Tag: popular music (page 2 of 3)

New in the Recordings Collection (April 2011)

Next Stop is Vietnam: the War on Record 1961-2008

CD Cover image, AC 36778We just received this beautifully produced box set from Bear Family Records documenting the recorded legacy of the Vietnam War. The collection contains 13 CDs and a 300 page book that features the label’s typically rich detail about the music, an essay about soldiers’ preferred songs, and a foreword by Country Joe McDonald. Besides well-known songs by Phil Ochs, Buffy Sainte-Marie, Edwin Starr, John Lennon and others, one finds here many lesser-known tracks and songs written by soldiers themselves. Archival recordings range from Anita Bryant’s PSA for Patriotism to an excerpt from Jane Fonda’s Hanoi press conference on August 14, 1972.

Find it here: Loeb Music Library AC 36778

Bill Evans on DVD

DVD cover image, DVD 1867Just in are two DVDs featuring Bill Evans in trio recordings taken from several different points in his career. The first DVD, Waltz for Debby, includes television broadcasts from London in 1965 and New Jersey in 1971. The other, But Beautiful, comes from 1979 and highlights Evan’s final regular trio with Marc Johnson on bass and Joe La Barbera on drums. That trio is the same group he played with at the Harvard Jazz Band concert in 1980, a performance which Tom Everett recently recounted during the 40 years of Jazz at Harvard celebrations.

Find them here:
But Beautiful, Loeb Music Library DVD 1866
Waltz for Debby, Loeb Music Library DVD 1867

(Selections from the Tom Everett Collection of Jazz Manuscripts, including John Lewis’ The Gates of Harvard, composed for that 1980 visit, are on display in the Music Library through September 30.)

Music for Merce 1952-2009

CD cover image, CD 38520Another box set, this time 10 CDs on New World Records of music written for dancer and choreographer Merce Cunningham. Besides his work with John Cage, Cunningham collaborated with many other experimental composers and this set includes music by David Tudor, Takehisa Kosugi, Earl Brown, Morton Feldman, Christian Wolff, Gordon Mumma, Pauline Oliveros and others. The collection also includes a lengthy essay by music historian Amy Beal entitled “A Short Stop Along the Way: Each-Thingness and Music for Merce.”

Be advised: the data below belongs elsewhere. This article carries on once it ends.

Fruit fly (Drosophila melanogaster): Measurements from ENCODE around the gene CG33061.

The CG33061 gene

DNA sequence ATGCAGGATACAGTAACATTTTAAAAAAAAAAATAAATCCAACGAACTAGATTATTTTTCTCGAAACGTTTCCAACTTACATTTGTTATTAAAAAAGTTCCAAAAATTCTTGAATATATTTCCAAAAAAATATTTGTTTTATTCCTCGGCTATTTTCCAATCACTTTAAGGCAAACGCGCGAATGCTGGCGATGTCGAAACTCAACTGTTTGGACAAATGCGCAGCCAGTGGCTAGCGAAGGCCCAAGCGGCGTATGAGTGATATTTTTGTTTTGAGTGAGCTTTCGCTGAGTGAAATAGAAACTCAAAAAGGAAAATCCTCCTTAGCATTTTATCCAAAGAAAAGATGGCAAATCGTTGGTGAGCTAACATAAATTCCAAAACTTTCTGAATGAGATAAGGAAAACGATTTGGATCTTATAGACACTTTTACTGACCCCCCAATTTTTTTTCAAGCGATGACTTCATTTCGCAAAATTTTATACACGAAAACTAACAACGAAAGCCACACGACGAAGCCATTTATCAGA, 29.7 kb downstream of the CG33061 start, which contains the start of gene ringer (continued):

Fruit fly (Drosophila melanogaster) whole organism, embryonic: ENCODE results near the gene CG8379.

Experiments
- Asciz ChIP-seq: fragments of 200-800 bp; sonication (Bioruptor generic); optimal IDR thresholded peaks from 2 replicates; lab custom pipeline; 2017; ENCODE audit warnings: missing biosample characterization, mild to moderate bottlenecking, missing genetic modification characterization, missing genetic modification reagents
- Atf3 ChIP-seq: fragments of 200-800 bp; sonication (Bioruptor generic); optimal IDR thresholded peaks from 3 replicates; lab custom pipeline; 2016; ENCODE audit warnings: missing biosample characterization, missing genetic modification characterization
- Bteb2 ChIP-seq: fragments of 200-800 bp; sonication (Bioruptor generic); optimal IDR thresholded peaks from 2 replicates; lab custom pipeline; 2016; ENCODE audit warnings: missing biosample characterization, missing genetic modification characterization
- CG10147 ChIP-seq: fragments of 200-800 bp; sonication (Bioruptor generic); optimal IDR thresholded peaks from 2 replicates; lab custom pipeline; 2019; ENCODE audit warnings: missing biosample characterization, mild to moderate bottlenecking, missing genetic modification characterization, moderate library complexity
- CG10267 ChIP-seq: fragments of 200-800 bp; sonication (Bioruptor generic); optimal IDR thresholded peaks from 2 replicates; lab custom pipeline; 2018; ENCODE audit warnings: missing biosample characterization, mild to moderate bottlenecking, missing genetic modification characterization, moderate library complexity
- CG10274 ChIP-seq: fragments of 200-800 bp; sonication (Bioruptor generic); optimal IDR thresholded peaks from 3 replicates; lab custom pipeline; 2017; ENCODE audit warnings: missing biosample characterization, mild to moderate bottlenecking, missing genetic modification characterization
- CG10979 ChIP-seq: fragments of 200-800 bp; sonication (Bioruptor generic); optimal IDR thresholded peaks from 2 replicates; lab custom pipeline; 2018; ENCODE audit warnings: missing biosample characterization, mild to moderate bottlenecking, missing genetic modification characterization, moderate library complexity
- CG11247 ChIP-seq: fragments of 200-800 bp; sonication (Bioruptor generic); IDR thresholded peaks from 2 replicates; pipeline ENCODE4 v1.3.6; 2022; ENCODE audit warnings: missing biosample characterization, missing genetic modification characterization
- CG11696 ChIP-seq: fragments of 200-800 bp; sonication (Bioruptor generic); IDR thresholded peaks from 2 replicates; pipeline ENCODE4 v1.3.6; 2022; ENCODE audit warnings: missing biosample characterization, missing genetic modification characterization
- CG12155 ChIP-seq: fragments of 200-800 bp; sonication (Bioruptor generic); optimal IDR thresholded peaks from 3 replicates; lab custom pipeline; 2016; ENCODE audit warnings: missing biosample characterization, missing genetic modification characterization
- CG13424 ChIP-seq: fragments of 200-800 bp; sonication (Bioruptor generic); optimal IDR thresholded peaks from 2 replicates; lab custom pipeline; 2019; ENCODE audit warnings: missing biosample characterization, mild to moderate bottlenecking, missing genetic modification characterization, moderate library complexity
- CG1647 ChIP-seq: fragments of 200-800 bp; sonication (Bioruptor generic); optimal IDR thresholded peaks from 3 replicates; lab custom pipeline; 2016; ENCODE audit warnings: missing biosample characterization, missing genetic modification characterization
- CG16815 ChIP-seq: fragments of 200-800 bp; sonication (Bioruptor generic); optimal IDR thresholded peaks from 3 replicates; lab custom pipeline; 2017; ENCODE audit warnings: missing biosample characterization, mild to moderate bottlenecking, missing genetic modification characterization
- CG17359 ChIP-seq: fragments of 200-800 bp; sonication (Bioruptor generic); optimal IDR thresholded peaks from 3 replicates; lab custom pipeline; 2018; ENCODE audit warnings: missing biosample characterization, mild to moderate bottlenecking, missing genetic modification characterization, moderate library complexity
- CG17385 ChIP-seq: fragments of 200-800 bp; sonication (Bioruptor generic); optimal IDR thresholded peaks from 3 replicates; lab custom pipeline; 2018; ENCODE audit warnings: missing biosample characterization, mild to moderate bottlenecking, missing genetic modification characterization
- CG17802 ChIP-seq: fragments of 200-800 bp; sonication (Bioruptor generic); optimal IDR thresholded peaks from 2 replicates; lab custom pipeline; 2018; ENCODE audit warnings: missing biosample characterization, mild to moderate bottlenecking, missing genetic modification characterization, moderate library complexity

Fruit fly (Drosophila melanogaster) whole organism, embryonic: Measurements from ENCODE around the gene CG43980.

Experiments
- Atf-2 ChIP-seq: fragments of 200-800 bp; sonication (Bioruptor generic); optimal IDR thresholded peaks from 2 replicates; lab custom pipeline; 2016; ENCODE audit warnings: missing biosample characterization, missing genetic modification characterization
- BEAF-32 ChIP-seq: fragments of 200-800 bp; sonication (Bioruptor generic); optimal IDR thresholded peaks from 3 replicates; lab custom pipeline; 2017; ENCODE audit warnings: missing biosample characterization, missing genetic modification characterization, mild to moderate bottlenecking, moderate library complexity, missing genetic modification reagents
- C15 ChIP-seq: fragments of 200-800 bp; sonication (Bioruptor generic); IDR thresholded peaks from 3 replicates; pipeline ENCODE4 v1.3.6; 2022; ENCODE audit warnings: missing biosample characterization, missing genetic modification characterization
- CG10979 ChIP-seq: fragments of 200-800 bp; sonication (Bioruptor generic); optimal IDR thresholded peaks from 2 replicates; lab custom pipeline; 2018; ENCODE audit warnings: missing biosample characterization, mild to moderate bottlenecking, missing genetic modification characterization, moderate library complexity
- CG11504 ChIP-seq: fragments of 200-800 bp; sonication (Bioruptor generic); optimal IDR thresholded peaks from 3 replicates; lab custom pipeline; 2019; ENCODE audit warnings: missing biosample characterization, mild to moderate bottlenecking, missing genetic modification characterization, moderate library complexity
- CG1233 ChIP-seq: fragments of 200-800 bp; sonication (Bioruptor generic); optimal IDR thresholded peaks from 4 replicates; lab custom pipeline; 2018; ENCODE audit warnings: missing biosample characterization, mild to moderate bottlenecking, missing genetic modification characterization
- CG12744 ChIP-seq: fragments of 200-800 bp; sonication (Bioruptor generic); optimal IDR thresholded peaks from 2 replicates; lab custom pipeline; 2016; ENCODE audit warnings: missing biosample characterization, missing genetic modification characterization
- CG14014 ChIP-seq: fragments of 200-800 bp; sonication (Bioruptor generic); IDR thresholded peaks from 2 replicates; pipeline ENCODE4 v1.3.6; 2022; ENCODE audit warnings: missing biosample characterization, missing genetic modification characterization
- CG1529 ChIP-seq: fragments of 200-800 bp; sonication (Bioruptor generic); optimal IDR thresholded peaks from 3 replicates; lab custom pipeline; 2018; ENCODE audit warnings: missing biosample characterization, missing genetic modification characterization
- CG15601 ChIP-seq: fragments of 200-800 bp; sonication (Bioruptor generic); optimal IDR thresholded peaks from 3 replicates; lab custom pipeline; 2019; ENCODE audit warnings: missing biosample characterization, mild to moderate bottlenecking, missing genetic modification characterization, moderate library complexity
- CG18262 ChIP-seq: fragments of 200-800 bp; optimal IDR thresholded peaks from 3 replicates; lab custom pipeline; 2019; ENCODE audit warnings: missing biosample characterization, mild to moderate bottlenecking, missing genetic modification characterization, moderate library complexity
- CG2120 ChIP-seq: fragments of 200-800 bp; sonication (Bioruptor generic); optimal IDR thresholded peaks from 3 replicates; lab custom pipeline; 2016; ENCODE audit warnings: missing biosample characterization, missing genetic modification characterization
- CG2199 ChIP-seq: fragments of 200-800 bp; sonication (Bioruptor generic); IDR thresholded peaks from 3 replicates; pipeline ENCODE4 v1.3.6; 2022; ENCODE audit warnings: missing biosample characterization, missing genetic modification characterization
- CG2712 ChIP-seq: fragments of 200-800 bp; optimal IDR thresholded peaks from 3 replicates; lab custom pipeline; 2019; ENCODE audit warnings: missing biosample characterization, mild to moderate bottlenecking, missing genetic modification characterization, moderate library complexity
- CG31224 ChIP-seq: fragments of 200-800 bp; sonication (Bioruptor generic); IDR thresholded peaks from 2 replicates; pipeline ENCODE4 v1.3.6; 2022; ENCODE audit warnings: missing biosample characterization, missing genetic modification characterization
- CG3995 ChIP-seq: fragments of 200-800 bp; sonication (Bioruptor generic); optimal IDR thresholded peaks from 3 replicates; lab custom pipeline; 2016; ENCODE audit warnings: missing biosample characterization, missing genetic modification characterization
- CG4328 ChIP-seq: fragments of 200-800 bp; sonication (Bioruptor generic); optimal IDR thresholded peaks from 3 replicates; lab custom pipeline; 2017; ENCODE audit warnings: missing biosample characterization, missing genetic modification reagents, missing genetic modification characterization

Find it here: Loeb Music Library CD 37520

People Time… Stan Getz and Kenny Barron

CD Cover Image, CD 38539And finally, we recently acquired the complete set of recordings made by Stan Getz and pianist Kenny Barron at the Café Montmartre in Copenhagen on March 3-6, 1991. Made just months before Getz’s death in June of that year, some of these performances were originally issued on two Verve CDs in 1992. Now Sunnyside Records via Universal Music France has put out the entire four nights (7 CDs of music), and the set includes both the original 1991 notes by Kenny Barron and new notes written by Gary Giddins.

Find it here: Loeb Music Library CD 38539

-Peter Laurence

Behind the Camera for Porter’s Last Musical

Among the Merritt Room’s holdings are several continuity scripts for classic musicals, including one for Les Girls (1957) Cole Porter’s last major work (apart from a children’s television production of “Aladdin”) before his retirement in 1958. In tandem with the DVD, it offers a unique look over the shoulder of director George Cukor (legendary for his skill with “women’s pictures”) as he assembles a movie.

It seems at first ironic that this film is billed as “Cole Porter’s Les Girls“, when Porter himself admitted the Les Girls songs were not up to his usual standard*. Suffering from the cumulative effects of a host of physical ailments and a series of heavy personal losses, Porter had been unable to summon up the sparkle and gleam of the previous year’s “High Society” score. Yet the picture itself, helmed and staffed by some of the most elegant minds in the business and starring Gene Kelly and three beautiful lead actresses (including the blazingly talented Kay Kendall), is redolent of the world of accessible sophistication conjured up by a good Porter song.

Color consultant George Hoyningen-Huene (the man behind the haunting deep blues in Cukor’s “A Star is Born”) fills the frame with glowing blacks and startling pinks and rigs up a feathery collage for the credit sequence (note how he handles the transition between the credit for Porter’s music and that of Adolph Deutsch, who adapted and conducted it); John Patrick’s screenplay offers a clever, Rashomon-like plot (Taina Elg and Kendall play former showgirls with Kelly’s troupe, one of whom sues the other over an allegedly libelous memoir) and some wicked one-liners, and Jack Cole choreographs some lively dances (performed in clothes by Orry-Kelly).  Robert Surtees’ cinematography makes the most of the multiple points of view and flashbacks upon flashbacks.

Even tired Porter is still Porter. Les Girls is set mostly in Paris, in the backstage world of crowded dressing rooms, tiny, shared flats, cheap restaurants and third-class train carriages. In the musical numbers, this tawdry milieu suddenly becomes the scene for dazzling light romance. It’s not a bad last look at the man whose music and lyrics could confer instant urbanity on anyone who sang or played them.

– Sarah Barton

*Eells, George. The Life That Late He Led: a Biography of Cole Porter. Putnam, New York, 1967. p.307

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